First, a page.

I am a connoisseur of Mexican and Central American cuisine and have eaten a fair share of tortillas in my life. The problem is, most of the tortillas available in America are flour-based and virtually tasteless.
Flour-based tortillas were an invention of Europeans who colonized North and South America. These conquerors were afraid of corn and brought wheat from across the ocean; they ruined tortillas forever. Proper tortillas are corn-based, full of texture, and delicious.
Corn tortillas are the staple throughout Mexico and Central America, where corn is the crop of choice. Here in America, corn is grown for fuel and sweeteners, not consumption. However, wheat is the States’ crop, so we’re stuck with these bland, bleached, bogus knock-offs.
There’s a tortillaria around the corner from our house that sells a stack of handmade corn tortillas for a few dollars. They are much better than the flour-based frisbees available in every grocery store. Still, these tortillas don’t hold a candle to the ones made in rural Guatemala.
You can’t travel very far in Guatemala without seeing women in traditional Mayan dress standing next to an open-flame stove patting out tortillas. Each pat within the palm flattens the cornmeal into place and brings out the yellow puck’s flavor. But that’s the final step in a process that begins the day before.
The corn is picked, shucked, and the kernels are removed from the cob. The kernels are then soaked overnight to let moisture permeate throughout. In the morning, before the sun rises, women all over the country carry a basket of corn to their local grinder. The roars of lawn-mower-based grinders mix with roosters to announce the start of each day. The women pay a small fee, and their corn kernels are turned into cornmeal. This meal is used to make tortillas at breakfast and dinner that day. Lather, rinse, repeat.
The tortilla is a staple at every meal, and there is a lot of time spent creating each one. The slight char on each unique creation enhances the flavor of the corn. That flavor then enhances the eggs and beans or chicken and broth the tortilla accompanies. This flavor isn’t possible with bland, mass-produced flour tortillas. This flavor is only possible when getting to the root of the dish and creating it traditionally.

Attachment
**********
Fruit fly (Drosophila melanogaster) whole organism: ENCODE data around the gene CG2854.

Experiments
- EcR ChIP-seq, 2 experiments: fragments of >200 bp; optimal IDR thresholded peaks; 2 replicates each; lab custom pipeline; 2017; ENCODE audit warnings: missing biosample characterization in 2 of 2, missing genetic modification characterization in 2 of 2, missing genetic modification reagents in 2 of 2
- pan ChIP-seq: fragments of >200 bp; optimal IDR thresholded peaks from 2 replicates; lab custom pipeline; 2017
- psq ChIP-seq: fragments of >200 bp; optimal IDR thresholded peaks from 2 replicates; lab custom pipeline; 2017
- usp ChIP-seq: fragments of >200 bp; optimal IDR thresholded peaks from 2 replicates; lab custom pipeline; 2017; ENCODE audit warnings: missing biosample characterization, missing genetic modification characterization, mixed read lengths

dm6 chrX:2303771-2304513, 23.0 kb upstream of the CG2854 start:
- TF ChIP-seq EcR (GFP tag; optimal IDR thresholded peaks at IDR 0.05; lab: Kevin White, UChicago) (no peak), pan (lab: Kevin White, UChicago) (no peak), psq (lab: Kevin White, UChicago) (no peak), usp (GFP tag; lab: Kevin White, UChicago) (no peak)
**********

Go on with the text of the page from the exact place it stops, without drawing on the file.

I read Eddie Huang’s Fresh Off The Boat to experience the story that birthed the sitcom. Instead, I joined a conversation about race, hip hop, and food culture. Huang uses food to tell the story of his life — of his immigrant family and the flavors and techniques they brought from Taiwan; of growing up in Orlando and constantly finding himself outside the culture; of ultimately finding his voice and opening Baohaus in New York City.
Huang explains a culture’s food was created for a reason, and you have to let those roots show. The delicious bao and pork he serves at Baohaus are cooked in the traditional Taiwanese way he learned from his mother. It’s upon the traditional foundation that Huang then plays with the ingredients.
There is a reason that tortillas are so much better in Guatemala than they are in the States, and it’s not just a corn vs. flour thing. The ingredients and the process — minus the addition of gas-powered grinders — are the same now as they were a millennium ago. The process exists for a reason: it works. There’s no sense in changing it. The culture of Guatemala shines through its tortillas, just as Huang’s Taiwanese roots shine through his bao.
Understanding tradition, history, and rules are an important part of any endeavor. Sitting down to write without an understanding of grammar and mechanics may work for you, but the results will be subpar. Cooking without a basic understanding of flavors and how heat affects ingredients will not an edible dish make.
Learn the basics, let the roots show, and then find your voice.